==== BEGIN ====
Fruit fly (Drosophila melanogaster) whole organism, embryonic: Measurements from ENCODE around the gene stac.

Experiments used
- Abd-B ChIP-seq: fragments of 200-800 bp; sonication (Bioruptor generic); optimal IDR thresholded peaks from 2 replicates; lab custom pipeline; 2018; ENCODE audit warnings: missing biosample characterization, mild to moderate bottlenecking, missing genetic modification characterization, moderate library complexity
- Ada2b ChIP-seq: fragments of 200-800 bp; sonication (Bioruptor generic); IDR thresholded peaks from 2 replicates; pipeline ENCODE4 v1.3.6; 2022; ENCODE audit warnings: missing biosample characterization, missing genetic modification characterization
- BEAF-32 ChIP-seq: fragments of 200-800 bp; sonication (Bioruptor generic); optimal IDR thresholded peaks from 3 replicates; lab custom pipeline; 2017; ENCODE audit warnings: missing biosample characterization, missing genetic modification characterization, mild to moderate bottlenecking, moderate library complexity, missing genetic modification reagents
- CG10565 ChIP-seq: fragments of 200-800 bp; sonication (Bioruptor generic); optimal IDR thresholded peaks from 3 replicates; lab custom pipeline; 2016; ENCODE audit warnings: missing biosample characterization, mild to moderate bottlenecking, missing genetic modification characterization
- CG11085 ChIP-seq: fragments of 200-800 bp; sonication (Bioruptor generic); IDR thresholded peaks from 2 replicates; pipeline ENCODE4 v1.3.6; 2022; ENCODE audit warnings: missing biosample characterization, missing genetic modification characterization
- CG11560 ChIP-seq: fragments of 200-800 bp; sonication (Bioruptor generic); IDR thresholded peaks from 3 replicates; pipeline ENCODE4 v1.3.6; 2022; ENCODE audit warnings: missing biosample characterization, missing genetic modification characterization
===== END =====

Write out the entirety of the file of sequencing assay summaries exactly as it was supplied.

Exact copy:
Fruit fly (Drosophila melanogaster) whole organism, embryonic: Measurements from ENCODE around the gene stac.

Experiments used
- Abd-B ChIP-seq: fragments of 200-800 bp; sonication (Bioruptor generic); optimal IDR thresholded peaks from 2 replicates; lab custom pipeline; 2018; ENCODE audit warnings: missing biosample characterization, mild to moderate bottlenecking, missing genetic modification characterization, moderate library complexity
- Ada2b ChIP-seq: fragments of 200-800 bp; sonication (Bioruptor generic); IDR thresholded peaks from 2 replicates; pipeline ENCODE4 v1.3.6; 2022; ENCODE audit warnings: missing biosample characterization, missing genetic modification characterization
- BEAF-32 ChIP-seq: fragments of 200-800 bp; sonication (Bioruptor generic); optimal IDR thresholded peaks from 3 replicates; lab custom pipeline; 2017; ENCODE audit warnings: missing biosample characterization, missing genetic modification characterization, mild to moderate bottlenecking, moderate library complexity, missing genetic modification reagents
- CG10565 ChIP-seq: fragments of 200-800 bp; sonication (Bioruptor generic); optimal IDR thresholded peaks from 3 replicates; lab custom pipeline; 2016; ENCODE audit warnings: missing biosample characterization, mild to moderate bottlenecking, missing genetic modification characterization
- CG11085 ChIP-seq: fragments of 200-800 bp; sonication (Bioruptor generic); IDR thresholded peaks from 2 replicates; pipeline ENCODE4 v1.3.6; 2022; ENCODE audit warnings: missing biosample characterization, missing genetic modification characterization
- CG11560 ChIP-seq: fragments of 200-800 bp; sonication (Bioruptor generic); IDR thresholded peaks from 3 replicates; pipeline ENCODE4 v1.3.6; 2022; ENCODE audit warnings: missing biosample characterization, missing genetic modification characterization